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Holiday gifts from patients: When do they spell trouble?

Physicians need to be prepared to respond when grateful patients offer presents.

By — Posted Dec. 12, 2011

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The oil painting shows a serene ocean view with mountains on the horizon. A holiday gift from a patient, the artwork hangs in the Belmont, Mass., office of psychiatrist David Brendel, MD, PhD. A note on the back reads, "Dr. Brendel, thank you for helping me to always see the long view."

Each year around this time, Ruth Haskins, MD, a Folsom, Calif., obstetrician-gynecologist, receives a White House ornament. She once did an ultrasound on a patient, allowing the woman's parents, who were visiting from Washington, to see their unborn grandchild.

"That was 7 years ago. They have given me a new ornament every year since," Dr. Haskins said. "Each reminds me of how my care affects a network beyond only my patient, extending to her circle of friends and family, near and far."

Patients give presents year-round, but gift-giving is heightened during the holidays as many physicians find themselves the recipients of patients' Christmas cheer. Some common gifts include scarves, bottles of wine and a variety of baked goods.

In most cases, presents from patients or their loved ones are genuine expressions of appreciation for medical care, guidance or a kind bedside manner. But medical ethics experts say doctors should think twice before taking that Christmas or Hanukkah gift -- and consider whether it could affect how they care for the patient.

"They do have to be thoughtful about it. Especially this time of year, it is good to anticipate that gifts may be coming," said Dr. Brendel, who teaches medical ethics at Harvard Medical School.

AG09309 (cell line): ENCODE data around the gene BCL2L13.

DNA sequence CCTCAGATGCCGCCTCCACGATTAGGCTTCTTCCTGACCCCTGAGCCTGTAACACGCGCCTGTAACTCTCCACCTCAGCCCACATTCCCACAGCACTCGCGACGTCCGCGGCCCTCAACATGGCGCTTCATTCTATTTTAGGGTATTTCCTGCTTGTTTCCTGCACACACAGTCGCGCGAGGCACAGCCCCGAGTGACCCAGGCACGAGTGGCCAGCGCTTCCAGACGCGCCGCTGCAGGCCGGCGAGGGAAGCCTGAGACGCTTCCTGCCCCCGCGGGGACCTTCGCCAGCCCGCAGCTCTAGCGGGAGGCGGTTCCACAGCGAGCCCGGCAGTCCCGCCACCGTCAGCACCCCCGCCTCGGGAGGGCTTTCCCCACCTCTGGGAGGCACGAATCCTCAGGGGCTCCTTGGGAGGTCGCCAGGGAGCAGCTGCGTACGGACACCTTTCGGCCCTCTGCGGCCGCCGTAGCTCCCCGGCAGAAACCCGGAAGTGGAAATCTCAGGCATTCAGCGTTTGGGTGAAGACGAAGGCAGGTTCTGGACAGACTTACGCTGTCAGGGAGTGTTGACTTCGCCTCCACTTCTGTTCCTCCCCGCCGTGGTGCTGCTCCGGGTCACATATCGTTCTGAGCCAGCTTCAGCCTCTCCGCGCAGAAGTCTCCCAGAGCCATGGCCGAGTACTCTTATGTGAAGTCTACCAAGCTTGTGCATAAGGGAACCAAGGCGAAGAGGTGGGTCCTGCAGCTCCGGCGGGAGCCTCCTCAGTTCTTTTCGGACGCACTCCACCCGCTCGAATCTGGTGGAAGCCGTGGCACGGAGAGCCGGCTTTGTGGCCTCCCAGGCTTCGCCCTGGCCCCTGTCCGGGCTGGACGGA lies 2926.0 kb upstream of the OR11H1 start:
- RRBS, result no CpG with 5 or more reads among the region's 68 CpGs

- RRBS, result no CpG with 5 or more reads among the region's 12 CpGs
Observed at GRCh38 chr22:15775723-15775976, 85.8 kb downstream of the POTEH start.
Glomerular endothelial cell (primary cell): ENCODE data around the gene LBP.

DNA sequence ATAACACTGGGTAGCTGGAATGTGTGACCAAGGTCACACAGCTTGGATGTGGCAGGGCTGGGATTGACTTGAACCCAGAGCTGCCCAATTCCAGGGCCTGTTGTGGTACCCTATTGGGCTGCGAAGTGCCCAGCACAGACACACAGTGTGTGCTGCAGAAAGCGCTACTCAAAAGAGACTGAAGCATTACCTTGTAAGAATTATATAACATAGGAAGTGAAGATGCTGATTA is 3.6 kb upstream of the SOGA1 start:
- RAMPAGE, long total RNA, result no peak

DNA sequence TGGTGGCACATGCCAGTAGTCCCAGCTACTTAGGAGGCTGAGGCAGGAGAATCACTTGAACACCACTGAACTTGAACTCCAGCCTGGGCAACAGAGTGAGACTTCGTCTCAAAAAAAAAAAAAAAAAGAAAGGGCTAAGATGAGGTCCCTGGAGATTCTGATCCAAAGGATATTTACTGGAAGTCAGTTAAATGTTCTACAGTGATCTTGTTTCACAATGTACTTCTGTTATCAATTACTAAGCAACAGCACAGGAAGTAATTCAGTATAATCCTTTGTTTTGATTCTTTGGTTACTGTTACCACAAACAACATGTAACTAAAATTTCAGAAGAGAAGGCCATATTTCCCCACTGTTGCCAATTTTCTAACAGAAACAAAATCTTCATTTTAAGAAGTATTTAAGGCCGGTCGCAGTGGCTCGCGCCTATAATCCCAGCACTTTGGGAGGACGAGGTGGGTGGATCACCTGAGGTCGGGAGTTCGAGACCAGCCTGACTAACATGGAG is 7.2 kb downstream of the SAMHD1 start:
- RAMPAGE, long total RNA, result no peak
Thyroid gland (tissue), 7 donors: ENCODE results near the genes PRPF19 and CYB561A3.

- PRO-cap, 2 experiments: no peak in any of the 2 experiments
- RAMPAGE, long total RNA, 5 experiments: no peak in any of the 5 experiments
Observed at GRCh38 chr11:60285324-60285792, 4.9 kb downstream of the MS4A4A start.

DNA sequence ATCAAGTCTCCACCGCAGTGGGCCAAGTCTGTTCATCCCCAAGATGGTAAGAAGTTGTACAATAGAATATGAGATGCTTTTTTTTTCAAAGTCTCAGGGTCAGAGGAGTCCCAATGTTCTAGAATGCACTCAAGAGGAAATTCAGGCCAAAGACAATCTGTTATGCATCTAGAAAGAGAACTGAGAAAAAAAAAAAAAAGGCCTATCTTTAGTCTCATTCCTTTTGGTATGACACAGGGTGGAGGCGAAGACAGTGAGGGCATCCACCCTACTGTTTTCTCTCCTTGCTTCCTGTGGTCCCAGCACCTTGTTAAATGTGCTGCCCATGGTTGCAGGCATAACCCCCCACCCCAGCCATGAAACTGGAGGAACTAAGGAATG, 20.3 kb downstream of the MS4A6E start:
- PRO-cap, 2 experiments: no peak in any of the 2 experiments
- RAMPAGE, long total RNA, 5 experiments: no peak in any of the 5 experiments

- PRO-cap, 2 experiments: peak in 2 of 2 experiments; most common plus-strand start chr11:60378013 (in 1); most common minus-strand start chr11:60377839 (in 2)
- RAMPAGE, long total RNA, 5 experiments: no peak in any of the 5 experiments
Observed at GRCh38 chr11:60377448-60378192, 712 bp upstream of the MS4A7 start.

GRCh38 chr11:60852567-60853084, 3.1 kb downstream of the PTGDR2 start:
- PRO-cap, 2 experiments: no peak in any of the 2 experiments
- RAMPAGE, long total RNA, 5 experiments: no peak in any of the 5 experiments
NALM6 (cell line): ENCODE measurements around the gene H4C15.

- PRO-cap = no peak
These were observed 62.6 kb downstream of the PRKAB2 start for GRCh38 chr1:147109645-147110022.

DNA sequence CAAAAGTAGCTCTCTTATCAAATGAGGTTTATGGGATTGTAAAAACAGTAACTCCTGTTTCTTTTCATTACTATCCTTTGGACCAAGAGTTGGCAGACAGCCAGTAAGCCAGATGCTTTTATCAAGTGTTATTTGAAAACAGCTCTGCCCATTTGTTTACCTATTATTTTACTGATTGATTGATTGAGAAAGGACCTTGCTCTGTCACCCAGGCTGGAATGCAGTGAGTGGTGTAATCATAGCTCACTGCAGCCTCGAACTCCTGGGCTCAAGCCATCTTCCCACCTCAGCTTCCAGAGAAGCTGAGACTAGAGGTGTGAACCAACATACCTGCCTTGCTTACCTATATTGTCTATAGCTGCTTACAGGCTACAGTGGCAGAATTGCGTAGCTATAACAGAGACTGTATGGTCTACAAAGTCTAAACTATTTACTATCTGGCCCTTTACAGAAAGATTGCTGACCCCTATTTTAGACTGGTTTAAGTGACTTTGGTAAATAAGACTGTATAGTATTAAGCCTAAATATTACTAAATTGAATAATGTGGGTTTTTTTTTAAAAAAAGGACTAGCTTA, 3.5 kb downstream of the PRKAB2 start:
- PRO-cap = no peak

The complexities of doctor-patient relationships mean complications can arise from accepting or declining a patient's gift, said Elizabeth Gaufberg, MD, MPH, an internist, psychiatrist and director of the Center for Professional Development at Cambridge Health Alliance, a Harvard-affiliated public health system in Cambridge, Mass. Physicians should consider scenarios in advance so they'll know how to respond when the time comes.

"The vast majority of gifts are given out of a very generous place and can be accepted," she said. "You have to ask yourself, 'What's in the best interest of this patient, and what's in the best interest of your doctor-patient relationship moving forward?' "

Using common sense

As a young family physician, Richard Kovar, MD, drove 45 minutes up a rugged Virginia mountain road for a home visit to a 92-year-old woman who lived alone. Dr. Kovar was enchanted by her stories and they talked for some time. As he got up to leave, she went out to her garden, bent down and dug up two yams for him.

"That is probably up there in the top gifts in my life," Dr. Kovar said.

The story illustrates how doctors must be sensitive to patient feelings. Gift-giving may be an integral part of a patient's culture. If patients are poor, that yam or homemade pie may be a means of giving back in the only way they can. Each gift should be considered case by case, he said.

"There's no clear line of demarcation," Dr. Kovar said. "You have to use common sense."